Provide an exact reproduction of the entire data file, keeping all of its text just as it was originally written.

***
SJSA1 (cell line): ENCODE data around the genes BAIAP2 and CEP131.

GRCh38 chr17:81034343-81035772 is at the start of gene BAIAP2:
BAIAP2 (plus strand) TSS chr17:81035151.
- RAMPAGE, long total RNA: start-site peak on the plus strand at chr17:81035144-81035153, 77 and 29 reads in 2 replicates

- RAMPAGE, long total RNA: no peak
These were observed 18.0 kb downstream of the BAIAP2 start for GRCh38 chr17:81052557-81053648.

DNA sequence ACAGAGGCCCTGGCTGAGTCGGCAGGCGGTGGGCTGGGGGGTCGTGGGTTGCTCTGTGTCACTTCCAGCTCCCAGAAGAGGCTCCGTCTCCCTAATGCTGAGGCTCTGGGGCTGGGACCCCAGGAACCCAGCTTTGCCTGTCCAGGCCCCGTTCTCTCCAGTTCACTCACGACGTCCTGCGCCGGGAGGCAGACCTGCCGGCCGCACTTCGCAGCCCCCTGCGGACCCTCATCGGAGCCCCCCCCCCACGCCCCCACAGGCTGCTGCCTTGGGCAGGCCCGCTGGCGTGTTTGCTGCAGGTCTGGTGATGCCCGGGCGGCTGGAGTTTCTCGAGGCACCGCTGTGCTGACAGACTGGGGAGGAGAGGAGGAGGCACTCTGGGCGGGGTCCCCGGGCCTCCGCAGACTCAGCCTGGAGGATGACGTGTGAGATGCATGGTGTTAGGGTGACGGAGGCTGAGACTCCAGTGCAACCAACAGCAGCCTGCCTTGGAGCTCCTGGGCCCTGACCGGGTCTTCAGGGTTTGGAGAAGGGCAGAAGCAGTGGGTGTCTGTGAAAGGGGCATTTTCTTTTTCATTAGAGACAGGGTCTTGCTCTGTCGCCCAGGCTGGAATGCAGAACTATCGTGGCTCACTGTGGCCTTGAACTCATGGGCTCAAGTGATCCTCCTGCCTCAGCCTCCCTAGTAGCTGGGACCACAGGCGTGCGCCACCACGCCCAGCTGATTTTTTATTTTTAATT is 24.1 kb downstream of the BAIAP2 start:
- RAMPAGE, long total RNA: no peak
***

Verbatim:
SJSA1 (cell line): ENCODE data around the genes BAIAP2 and CEP131.

GRCh38 chr17:81034343-81035772 is at the start of gene BAIAP2:
BAIAP2 (plus strand) TSS chr17:81035151.
- RAMPAGE, long total RNA: start-site peak on the plus strand at chr17:81035144-81035153, 77 and 29 reads in 2 replicates

- RAMPAGE, long total RNA: no peak
These were observed 18.0 kb downstream of the BAIAP2 start for GRCh38 chr17:81052557-81053648.

DNA sequence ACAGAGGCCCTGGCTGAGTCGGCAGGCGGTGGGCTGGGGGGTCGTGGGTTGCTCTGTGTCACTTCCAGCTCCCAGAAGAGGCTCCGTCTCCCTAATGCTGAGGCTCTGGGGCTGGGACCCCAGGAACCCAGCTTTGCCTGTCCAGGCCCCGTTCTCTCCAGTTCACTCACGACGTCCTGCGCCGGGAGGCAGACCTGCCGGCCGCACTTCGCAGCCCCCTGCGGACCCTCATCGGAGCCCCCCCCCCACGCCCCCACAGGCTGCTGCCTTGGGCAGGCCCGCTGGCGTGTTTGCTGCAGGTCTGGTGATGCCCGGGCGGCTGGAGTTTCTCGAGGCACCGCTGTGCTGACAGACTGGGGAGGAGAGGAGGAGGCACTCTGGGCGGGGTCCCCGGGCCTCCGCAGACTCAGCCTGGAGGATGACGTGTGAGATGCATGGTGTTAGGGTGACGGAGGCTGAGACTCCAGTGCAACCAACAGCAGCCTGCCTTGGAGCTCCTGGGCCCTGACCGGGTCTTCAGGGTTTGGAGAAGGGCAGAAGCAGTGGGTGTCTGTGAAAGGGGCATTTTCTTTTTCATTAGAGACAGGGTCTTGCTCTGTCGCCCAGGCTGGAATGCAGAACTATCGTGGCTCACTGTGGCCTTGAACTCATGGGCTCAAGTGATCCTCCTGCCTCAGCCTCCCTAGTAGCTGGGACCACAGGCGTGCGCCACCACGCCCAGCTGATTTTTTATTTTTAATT is 24.1 kb downstream of the BAIAP2 start:
- RAMPAGE, long total RNA: no peak